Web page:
## A rank-nulity theorem for Frobenius algebras

Posted: May 5, 2011 in Frobenius Algebras, Noncommutative Ring Theory Notes
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As usual $k$ is a field. In this post I will prove a rank-nulity theorem for Frobenius algebras. First we need a lemma also known as the Riesz representation theorem.

Lemma. Let $V$ be a finite dimensional $k$-vector space and let $B$ be a non-degenerate bilinear form on $V.$ If $f \in V^*,$ then there exists a unique $v_0 \in V$ such that $f(v)=B(v,v_0),$ for all $v \in V.$

Proof. The uniqueness is obvious because $B$ is non-degenerate. Now let $\{v_1, \ldots , v_n \}$ be a basis for $V$ and suppose that $[B]$ is the matrix of $B$ with respect to this basis, i.e. the $(i,j)$-entry of $[B]$ is $B(v_i,v_j),$ for all $1 \leq i,j \leq n.$  Let $\bold{y} \in k^n$ be a vector whose $i$-th coordinate is $f(v_i).$ By the theorem in this post, $[B]$ is invertible because $B$ is non-degenerate. So the system of equations $[B] \bold{x} = \bold{y}$ has a solution $\bold{x} \in k^n.$ Let $x_i$ be the $i$-th coordinate of $\bold{x}.$ So

$\sum_{j=1}^n x_j B(v_i,v_j)=f(v_i),$

for all $i.$ Let $v_0=\sum_{i=1}^n x_iv_i.$ Then for any $v=\sum_{j=1}^n \alpha_i v_i \in V$ we have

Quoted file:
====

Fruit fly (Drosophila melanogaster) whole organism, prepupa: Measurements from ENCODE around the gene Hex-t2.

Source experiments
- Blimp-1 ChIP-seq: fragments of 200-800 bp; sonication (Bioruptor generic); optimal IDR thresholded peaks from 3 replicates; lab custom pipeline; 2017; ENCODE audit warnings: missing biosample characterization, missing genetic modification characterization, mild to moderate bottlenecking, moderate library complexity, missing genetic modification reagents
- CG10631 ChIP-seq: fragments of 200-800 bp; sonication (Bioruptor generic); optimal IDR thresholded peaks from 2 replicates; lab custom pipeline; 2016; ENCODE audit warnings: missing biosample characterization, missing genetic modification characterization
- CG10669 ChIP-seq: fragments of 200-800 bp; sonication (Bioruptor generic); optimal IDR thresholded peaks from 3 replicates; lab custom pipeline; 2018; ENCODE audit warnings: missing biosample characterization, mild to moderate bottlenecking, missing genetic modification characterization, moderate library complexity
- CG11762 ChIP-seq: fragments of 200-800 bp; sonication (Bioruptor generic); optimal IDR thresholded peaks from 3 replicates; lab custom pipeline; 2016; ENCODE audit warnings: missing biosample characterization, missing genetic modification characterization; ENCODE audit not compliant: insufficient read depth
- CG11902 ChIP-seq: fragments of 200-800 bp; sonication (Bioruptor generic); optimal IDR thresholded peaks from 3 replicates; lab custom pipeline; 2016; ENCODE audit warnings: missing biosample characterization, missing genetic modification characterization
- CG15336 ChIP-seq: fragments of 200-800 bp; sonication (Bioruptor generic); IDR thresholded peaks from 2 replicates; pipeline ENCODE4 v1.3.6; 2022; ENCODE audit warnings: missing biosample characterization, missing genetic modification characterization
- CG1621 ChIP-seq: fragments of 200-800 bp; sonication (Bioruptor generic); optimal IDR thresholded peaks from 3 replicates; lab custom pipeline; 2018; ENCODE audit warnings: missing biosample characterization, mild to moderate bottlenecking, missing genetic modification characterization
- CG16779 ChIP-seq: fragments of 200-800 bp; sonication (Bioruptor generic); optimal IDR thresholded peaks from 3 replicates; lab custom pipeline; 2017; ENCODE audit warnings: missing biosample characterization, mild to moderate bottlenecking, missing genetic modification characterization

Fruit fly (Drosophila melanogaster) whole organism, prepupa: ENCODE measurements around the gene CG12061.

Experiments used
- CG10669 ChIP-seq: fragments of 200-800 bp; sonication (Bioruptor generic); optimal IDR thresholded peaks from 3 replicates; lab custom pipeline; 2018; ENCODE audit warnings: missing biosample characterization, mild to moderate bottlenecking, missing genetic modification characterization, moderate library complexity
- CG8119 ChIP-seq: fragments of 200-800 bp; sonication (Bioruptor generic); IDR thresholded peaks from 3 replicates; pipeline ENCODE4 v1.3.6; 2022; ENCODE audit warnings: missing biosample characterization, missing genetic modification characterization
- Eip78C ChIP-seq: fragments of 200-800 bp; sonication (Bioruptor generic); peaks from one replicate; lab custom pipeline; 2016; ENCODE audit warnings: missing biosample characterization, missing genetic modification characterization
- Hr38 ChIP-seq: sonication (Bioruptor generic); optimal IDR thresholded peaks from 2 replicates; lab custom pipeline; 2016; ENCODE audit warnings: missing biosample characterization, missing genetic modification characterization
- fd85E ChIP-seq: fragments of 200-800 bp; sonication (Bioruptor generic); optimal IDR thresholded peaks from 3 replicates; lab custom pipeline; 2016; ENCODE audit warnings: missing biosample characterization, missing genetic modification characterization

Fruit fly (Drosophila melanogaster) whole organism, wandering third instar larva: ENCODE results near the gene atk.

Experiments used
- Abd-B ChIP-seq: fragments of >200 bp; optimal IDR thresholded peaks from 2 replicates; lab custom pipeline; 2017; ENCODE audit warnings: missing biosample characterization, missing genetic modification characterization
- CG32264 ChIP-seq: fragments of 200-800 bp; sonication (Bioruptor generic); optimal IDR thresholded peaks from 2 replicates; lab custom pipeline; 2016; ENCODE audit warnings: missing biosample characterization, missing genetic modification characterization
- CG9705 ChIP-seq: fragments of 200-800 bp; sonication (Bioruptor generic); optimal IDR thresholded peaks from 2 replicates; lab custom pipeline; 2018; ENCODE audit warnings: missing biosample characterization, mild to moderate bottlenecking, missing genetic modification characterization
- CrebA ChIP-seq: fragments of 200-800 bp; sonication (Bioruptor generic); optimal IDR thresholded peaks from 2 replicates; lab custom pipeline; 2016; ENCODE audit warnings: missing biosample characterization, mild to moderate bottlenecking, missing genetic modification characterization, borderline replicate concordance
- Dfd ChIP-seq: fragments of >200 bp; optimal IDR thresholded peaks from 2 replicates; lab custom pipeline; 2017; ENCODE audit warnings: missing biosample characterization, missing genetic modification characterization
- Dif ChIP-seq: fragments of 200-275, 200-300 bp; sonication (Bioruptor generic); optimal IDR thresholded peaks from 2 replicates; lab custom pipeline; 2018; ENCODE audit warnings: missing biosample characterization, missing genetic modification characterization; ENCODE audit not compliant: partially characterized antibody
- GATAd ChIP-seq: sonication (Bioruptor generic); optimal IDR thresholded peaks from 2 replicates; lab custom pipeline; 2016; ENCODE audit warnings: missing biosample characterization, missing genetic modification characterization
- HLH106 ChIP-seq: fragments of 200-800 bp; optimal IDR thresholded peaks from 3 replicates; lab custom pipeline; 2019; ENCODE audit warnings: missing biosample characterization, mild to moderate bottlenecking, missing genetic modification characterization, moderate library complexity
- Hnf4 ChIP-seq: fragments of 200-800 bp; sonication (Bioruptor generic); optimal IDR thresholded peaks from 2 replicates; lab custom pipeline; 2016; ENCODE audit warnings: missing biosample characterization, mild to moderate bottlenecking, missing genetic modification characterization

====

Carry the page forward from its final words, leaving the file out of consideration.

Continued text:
$f(v)=\sum_i \alpha_i f(v_i)=\sum_{i,j} x_j \alpha_i B(v_i,v_j)=\sum_i \alpha_i B(v_i,v_0)=B(v,v_0). \ \Box$

Notation. Let $V$ be a $k$-vector space, $W$ a $k$-vector subspace of $V$ and $B$ a bilinear form on $V.$ We let $W^{\perp}=\{v \in V : \ B(w,v)=0, \ \forall w \in W \}.$

Theorem. Let $A$ be a Frobenius $k$-algebra. Let the bilinear form $B$ and $f \in V^*$ be as stated in Definition 3 and the theorem in this post, respectively. Then

1) $L^{\perp} = \{x \in A : \ f(yx)=0, \ \forall y \in L \},$

2) $\dim_k L + \dim_k L^{\perp} = \dim_k A.$

Proof.  Part 1) is clear because $B(y,x)=f(yx),$ for all $x,y \in A.$ So we only need to prove the second part of the theorem. Define the map $\varphi : A \longrightarrow L^*$ by $\varphi(x)(y)=f(yx),$ for all $x \in A$ and $y \in L.$ Obviously $\varphi$ is a $k$-linear map and $\ker \varphi = L^{\perp},$ by part 1). We are now going to prove that $\varphi$ is onto. So let $g \in L^*.$ Let $B_1$ be the restriction of $B$ to $L.$ By the above lemma, there exists $y_0 \in L$ such that